Historic pro-Palestinian protest demands end to Canadian complicity

Approximately 50,000 people gathered on Place-des-Arts to pressure the government into supporting a ceasefire

Demonstrators hold up banners reading “end the genocide in Gaza” and “resistance until liberation” Photo Serenity Melvin

On the afternoon of Nov. 4, over 50,000 people gathered to the sound of Julia Boutros’ resistance songs at Place-des-Arts in downtown Montreal, to protest Canada’s complicity in the current war on Gaza.

That same day, Canadian Prime Minister Justin Trudeau and Israeli Prime Minister Benjamin Netanyahu spoke and “reaffirmed the strong relationship between Israel and Canada.” Trudeau also “expressed Canada’s support for Israel and its right to defend itself in accordance with international law.”

For over four hours, the crowd marched down to the Maison Radio-Canada on 1000 Papineau Ave. where they demanded an immediate ceasefire, a lift of the siege on Gaza and an end to Canadian aid sent to the Israeli military. This was the largest pro-Palestinian protest in the city’s history, according to the organizing group Palestinian Youth Movement (PYM) Montreal.

Nov. 4 was dubbed National Day of Action for Palestine, during which the PYM organized the 100K March for Gaza. The Montreal protest was one of over 20 that happened simultaneously in cities across Canada. They were all planned to support the initial protest organized in Washington D.C. where over 300,000 people gathered.

“Being in large numbers and continuing this fight will be hard to ignore for governments and politicians,” said Rania, a PYM organizer who chose to remain anonymous for safety reasons. “They must answer to our demands.”

Most of this protest’s chants were aimed at the responsibility the Canadian government bears in regard to funding Israel’s weapons. Over $20 million worth of military exports were sent to Israel from Canada in 2022, according to Global Affairs Canada. With phrases like “Justin Trudeau your hands are red, 9,000 people dead”.

“This government does not represent us,” said protester Fernand Deschamps. “It does not speak for us. Canadians have always aspired for peace.”

The crowd holds up peace signs with Palestinian flags in the background. Photo Lilly Junod

While 33 MPs have signed an open letter to Trudeau asking for a ceasefire, Trudeau has not yet commented on it. In a video published by the Cable Public Affairs Channel on Nov. 3, Trudeau mentions a “humanitarian pause” and a “ceasing of the levels of violence.”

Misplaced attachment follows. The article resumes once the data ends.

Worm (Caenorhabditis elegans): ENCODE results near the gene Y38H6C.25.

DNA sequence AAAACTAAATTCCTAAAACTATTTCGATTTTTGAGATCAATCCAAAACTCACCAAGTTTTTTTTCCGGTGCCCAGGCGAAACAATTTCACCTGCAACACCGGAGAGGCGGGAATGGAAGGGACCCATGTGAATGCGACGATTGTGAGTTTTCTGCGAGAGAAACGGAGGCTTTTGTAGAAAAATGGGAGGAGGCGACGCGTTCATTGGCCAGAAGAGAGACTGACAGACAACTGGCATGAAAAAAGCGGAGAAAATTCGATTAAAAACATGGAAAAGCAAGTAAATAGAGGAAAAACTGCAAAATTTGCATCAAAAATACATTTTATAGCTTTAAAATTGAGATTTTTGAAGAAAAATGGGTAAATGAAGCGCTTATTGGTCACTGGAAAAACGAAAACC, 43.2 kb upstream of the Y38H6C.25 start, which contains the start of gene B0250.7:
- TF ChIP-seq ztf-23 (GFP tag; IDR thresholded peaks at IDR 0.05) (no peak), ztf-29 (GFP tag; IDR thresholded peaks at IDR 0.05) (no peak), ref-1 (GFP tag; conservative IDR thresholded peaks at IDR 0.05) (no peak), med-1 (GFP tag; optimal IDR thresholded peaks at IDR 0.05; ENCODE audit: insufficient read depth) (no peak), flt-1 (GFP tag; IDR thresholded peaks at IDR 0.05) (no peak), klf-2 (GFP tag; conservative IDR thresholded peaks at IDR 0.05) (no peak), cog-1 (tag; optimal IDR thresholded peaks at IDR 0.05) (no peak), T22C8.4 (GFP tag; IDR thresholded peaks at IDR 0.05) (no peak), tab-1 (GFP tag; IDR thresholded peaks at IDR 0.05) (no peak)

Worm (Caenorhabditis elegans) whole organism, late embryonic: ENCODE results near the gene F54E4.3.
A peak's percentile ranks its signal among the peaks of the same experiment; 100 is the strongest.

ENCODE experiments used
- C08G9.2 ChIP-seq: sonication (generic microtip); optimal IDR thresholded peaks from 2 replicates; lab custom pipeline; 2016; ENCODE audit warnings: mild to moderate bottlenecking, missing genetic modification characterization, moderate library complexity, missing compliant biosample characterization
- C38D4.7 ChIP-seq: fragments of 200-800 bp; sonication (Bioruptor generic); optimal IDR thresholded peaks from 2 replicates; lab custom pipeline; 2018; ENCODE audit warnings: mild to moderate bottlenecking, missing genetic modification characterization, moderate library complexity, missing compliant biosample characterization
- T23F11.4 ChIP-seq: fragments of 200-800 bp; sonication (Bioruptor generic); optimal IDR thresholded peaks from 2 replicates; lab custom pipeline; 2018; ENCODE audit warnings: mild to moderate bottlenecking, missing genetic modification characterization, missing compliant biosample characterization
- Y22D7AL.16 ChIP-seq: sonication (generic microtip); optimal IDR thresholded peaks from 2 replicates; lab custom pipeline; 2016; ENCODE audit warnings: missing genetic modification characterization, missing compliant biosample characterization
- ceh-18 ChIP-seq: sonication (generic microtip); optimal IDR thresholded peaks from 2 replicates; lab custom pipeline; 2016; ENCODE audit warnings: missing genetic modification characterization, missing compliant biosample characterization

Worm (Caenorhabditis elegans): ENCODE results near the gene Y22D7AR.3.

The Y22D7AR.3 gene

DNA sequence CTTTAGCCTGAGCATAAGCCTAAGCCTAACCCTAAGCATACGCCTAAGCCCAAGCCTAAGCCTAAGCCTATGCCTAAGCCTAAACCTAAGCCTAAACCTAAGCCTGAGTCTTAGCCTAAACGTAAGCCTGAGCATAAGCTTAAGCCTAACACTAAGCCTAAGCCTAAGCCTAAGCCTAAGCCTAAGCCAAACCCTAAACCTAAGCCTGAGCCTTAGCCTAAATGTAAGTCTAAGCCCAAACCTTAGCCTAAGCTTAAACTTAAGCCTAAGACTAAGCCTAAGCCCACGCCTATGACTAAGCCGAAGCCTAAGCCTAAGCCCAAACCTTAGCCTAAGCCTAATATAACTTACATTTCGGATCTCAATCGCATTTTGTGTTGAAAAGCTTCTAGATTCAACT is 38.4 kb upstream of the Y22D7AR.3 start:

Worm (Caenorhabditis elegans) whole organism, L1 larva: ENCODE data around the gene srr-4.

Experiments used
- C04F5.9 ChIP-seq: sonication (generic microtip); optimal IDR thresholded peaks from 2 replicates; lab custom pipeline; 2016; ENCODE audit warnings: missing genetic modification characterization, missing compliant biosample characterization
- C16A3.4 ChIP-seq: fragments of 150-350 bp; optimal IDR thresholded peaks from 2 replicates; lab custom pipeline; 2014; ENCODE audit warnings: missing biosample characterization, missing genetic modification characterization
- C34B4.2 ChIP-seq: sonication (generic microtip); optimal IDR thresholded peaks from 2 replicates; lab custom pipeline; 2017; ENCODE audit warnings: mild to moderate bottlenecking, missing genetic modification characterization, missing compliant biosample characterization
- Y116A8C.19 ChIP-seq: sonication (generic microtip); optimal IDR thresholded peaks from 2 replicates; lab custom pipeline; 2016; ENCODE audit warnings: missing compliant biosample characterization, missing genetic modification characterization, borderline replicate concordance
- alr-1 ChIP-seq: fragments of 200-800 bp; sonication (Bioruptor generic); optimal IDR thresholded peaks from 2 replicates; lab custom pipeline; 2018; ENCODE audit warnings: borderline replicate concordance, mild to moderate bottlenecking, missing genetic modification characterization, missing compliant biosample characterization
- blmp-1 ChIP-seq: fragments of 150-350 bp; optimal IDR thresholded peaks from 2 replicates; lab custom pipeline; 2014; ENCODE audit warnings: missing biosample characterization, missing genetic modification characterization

“Everybody say ceasefire,” Iraqi rapper Narcy asked the crowd to repeat after him. “If you can say it, so can [Trudeau].”

Rania also mentioned the importance of Canada’s abstention from voting in favour of a U.N. resolution that calls for an “immediate and sustained humanitarian truce.”

“Canada has [not voted in favour of] a ceasefire,” she said. “This means that Canada is against any prospect of peace.”

Protestors headed to the Radio-Canada head offices, where they took to plastering posters with the names of the Palestinian people who were killed in the last 27 days. They also painted the building’s doors red to symbolize the death of the 35 Palestinian journalists’  blood. 

Protestors then blocked all entrances and exits to the building, effectively trapping employees inside.

Organizers also informed the protesters of the CBC’s internal language guidance that denies the existence of a “modern country of Palestine,” and therefore prohibits the use of the name of the country in its news coverage. They also mentioned the 2020 incident during which CBC Radio host Duncan McCue was asked to apologize after using the word “Palestine” during an interview with Joe Sacco, the author of the graphic novel Palestine.

Protesters expressed their anger at the media and the government for not using words such as “genocide” to describe the situation in Gaza.

In his speech Mustafa Hennawi highlighted the importance of community action through boycott, divestment and sanctions. He also brought up the protesters in Oakland, CA who blocked a U.S. military supply ship believed to be headed to Israel.

Overriding a need for justice was the grief behind 50,000 Montrealers collectively mourning the loss of nearly 10,000 Palestinians. Attendees persevered through their pain, chanted with hoarse voices and finished their speeches with tears streaming down their faces.

“We’re all Palestinian,” said Oussama Boubryem, a protester. “No matter one’s nationality, the people in Palestine are our grandmothers, grandfathers, our ancestors. We will come out here every week, every day, for every protest. That’s for sure.”